I am having trouble figuring out what I want and looking for somebody to possibly giving me some "hands on" advise. I want to get into DSLR photo for a hobby and feel like I might be jumping in way to deep. Basically I do as much outdoors as possible and want to get the best possible camera to fit my needs without wanting to upgrade immediately . But back to reality and I spend alot of time around the house with the kids so I want a good camera for low light indoor shots also. So far I am thinking of a 50d with 28-300 lens for the versatility but realize that is a huge jump. And also a 50mm 1.8 lens for around the house. I am going on a once in a lifetime 3 week trip this fall and want to do it right and figured now is the time to get a camera and figure out how to take some pictures. I am hard on every piece of gear I have ever owned and figured this might be a good durable combo. I am really worried about moisture. I was thinking that this would be bulky,heavy and cumbersome but the only thing I would have to carry to get some good landscape photo and some close up shots? Also thought about getting the body and getting a cheaper lens to learn and then rent a for the trip. Anybody feel free to give advise or PM. I have been hiding and enjoying all the posts on here for months, thanks!
I'm going to back up one step, and not assume a Canon 50D so much as assume that class of DSLR. With that said, there are a few things to realize, and some hard choices to make where only you can set the priorities.
Originally Posted by Cramer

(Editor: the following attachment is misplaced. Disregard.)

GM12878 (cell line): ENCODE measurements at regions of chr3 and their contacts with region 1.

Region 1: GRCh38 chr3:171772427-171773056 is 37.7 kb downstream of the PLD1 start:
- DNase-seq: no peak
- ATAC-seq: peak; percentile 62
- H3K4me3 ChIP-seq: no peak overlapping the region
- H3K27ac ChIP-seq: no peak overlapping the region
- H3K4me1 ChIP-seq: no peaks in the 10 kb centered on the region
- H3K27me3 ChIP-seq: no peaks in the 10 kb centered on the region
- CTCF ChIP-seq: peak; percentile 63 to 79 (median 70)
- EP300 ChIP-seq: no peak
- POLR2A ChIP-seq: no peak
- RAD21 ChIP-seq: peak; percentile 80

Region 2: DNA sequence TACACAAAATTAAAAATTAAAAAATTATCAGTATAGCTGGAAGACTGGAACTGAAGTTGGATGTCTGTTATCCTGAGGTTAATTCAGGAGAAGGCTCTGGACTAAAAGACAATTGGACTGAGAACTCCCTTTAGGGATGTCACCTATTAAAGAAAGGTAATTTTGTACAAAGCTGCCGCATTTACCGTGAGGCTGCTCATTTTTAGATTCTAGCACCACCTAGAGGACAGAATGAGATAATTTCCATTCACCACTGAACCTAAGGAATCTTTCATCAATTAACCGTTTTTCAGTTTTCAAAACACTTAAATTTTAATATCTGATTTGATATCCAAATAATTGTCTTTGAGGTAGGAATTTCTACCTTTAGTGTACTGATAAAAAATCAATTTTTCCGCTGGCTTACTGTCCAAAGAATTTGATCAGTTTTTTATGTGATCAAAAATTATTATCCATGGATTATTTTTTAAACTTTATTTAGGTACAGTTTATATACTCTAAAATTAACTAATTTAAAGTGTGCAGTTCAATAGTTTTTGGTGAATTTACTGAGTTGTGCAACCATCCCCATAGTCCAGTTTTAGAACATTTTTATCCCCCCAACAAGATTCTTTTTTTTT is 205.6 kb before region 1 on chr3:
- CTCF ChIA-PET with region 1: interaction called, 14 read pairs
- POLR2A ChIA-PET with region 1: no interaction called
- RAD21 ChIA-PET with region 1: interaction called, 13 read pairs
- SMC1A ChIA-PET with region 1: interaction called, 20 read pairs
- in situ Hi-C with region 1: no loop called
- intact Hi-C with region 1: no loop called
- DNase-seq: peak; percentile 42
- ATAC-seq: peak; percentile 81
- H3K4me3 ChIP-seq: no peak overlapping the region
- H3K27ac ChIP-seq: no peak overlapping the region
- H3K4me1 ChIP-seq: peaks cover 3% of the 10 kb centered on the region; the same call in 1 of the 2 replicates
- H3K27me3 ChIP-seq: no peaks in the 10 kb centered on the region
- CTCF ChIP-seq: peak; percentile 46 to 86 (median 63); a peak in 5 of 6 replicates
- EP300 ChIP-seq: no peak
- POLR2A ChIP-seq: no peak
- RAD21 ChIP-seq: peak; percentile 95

First, zoom lenses are necessarily a compromise, and the larger the zoom range the more the compromise. Virtually all modern zooms in the 2x to 3x range are really good lenses that often rival fixed focal length lenses. Zooms at 4x to 6x aren't as good, but are still often fairly useful. Zooms with a 10x or greater zoom range are universally panned by expert photographers. However, they are very convenient and for photogs who are not perfectionists the convenience might out weigh the lack of performance.
Which is to say, if you are a techie type and tend to be a perfectionists, you will not be happy with a 28-300mm zoom no matter who makes it. But I can almost guarantee you than any parent who is not a hard nosed photographer will absolutely love pictures taken with that lens. (I can't tell where you might land on that one...)
Next, if you had not said you are hard on equipment and are specifically worried about moisture, I would not have bothered with the arguments that are sure to follow the next couple of comments. Canon does not do a very good job of weather proofing their cameras in comparison to Nikon. The Canon 50D is not proving to be that great a camera. Given your need for a rugged camera you might want to look at a Nikon D300. It is much more suited to field work, as are Nikon lenses. (Nikon and Canon each make a relatively great line of lenses. There are slight advantages to Canon for certain types of work, and the same for Nikon with others. For "rugged", Nikon wins hands down.)
But you might want to weigh your intended usage very carefully too. The Canon 50D is newer, has a faster burst rate, has higher resolution, higher ISO, lower noise and better live-view. The Nikon D300 has more AF points, tracks better, has a better viewfinder, and has better in-camera processing.